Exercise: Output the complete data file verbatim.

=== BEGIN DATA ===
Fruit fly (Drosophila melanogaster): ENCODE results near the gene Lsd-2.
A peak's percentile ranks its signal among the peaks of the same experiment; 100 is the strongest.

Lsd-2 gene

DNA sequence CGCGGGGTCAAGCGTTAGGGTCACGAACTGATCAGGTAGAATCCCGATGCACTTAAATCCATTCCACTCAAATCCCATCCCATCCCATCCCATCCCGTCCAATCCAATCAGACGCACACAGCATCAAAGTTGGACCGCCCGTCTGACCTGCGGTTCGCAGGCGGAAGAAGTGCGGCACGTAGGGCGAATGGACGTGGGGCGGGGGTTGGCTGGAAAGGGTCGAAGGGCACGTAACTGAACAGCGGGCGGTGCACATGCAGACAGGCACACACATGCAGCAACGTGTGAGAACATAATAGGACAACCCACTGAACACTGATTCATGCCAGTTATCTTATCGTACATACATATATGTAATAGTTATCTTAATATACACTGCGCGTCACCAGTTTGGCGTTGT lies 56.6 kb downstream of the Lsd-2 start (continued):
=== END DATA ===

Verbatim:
Fruit fly (Drosophila melanogaster): ENCODE results near the gene Lsd-2.
A peak's percentile ranks its signal among the peaks of the same experiment; 100 is the strongest.

Lsd-2 gene

DNA sequence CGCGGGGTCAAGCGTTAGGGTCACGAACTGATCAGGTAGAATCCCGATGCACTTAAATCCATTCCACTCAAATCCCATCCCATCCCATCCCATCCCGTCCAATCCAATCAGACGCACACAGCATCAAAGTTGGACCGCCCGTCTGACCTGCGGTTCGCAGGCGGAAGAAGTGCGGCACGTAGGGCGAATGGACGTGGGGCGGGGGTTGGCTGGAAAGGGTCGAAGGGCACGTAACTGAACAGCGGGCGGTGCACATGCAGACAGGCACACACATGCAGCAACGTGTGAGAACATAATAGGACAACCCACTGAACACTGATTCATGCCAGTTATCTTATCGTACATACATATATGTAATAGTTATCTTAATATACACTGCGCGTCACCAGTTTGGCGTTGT lies 56.6 kb downstream of the Lsd-2 start (continued):